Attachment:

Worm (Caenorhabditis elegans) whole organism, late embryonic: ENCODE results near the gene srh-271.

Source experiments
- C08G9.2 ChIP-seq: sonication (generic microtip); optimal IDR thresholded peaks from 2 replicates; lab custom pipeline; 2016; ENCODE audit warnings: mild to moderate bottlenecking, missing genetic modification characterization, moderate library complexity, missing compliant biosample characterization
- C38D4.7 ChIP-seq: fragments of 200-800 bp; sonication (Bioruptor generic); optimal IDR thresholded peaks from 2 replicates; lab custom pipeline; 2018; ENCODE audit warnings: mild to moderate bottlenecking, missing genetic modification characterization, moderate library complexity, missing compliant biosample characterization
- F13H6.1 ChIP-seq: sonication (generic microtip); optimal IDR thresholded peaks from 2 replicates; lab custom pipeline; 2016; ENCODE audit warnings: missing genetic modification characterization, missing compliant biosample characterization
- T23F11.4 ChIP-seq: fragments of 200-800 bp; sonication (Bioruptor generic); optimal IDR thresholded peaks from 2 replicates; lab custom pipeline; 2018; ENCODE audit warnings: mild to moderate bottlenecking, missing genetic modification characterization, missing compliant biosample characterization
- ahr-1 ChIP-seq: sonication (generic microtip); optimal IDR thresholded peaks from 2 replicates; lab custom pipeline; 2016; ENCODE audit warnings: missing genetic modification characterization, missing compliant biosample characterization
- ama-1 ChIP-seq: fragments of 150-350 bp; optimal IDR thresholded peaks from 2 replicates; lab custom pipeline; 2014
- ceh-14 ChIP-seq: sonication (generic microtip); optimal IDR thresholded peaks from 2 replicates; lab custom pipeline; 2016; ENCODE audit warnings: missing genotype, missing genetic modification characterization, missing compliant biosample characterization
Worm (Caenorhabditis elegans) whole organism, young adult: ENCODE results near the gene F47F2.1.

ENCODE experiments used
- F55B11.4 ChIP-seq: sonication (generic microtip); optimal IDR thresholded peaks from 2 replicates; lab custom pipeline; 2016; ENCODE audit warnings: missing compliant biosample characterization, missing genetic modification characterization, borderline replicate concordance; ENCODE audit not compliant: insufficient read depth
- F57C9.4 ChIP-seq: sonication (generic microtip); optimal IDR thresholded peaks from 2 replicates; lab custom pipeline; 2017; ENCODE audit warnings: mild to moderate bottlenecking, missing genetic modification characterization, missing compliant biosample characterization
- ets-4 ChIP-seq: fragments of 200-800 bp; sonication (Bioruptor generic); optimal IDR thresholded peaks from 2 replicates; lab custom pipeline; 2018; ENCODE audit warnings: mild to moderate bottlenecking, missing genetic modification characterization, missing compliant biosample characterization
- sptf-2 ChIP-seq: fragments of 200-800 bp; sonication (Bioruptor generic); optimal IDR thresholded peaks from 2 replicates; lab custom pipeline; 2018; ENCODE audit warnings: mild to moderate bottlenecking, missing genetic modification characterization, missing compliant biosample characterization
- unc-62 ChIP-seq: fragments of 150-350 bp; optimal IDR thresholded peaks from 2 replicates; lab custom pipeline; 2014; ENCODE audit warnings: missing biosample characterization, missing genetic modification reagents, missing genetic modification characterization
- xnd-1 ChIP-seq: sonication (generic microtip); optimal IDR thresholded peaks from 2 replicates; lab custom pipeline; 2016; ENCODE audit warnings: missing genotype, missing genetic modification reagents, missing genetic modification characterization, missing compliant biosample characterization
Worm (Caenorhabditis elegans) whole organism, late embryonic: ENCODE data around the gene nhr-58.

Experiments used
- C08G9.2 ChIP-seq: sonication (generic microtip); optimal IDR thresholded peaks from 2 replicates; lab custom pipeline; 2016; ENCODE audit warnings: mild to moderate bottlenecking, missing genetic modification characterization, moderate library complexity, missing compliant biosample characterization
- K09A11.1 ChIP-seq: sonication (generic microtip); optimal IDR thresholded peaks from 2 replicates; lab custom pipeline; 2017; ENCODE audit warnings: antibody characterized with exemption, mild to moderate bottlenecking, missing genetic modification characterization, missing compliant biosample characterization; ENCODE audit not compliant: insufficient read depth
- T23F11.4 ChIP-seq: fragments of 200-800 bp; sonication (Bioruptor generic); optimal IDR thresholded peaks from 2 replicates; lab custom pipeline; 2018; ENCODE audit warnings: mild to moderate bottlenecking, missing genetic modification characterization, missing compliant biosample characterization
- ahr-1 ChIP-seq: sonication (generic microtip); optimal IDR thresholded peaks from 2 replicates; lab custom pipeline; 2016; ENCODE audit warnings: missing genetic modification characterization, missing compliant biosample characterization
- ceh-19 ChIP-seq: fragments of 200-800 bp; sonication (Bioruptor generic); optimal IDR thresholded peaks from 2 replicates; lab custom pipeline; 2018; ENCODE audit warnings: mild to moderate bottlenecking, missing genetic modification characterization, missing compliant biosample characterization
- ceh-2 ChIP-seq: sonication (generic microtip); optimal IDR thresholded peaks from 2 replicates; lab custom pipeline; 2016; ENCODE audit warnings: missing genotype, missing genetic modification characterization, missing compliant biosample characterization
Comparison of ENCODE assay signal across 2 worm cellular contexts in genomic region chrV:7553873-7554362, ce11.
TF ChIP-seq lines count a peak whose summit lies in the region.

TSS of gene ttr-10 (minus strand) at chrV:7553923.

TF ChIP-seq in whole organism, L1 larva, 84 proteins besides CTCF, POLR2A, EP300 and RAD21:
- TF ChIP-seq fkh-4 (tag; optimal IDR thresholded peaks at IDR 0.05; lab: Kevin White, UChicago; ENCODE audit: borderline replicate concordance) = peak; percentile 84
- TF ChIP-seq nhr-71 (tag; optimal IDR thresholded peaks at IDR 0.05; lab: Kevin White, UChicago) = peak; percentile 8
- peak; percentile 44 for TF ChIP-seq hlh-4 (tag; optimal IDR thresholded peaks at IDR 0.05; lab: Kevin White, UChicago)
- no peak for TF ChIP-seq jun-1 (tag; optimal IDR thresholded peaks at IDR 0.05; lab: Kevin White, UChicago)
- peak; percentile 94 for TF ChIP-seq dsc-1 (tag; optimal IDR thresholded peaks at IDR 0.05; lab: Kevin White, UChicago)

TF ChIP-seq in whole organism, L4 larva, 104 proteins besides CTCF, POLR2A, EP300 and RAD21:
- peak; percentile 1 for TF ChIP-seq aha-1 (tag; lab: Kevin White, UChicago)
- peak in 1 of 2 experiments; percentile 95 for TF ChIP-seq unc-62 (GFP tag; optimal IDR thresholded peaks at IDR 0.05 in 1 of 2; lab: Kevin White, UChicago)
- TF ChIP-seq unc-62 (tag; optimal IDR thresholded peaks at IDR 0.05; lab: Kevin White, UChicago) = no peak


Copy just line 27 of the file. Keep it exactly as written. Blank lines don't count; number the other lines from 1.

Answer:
TF ChIP-seq lines count a peak whose summit lies in the region.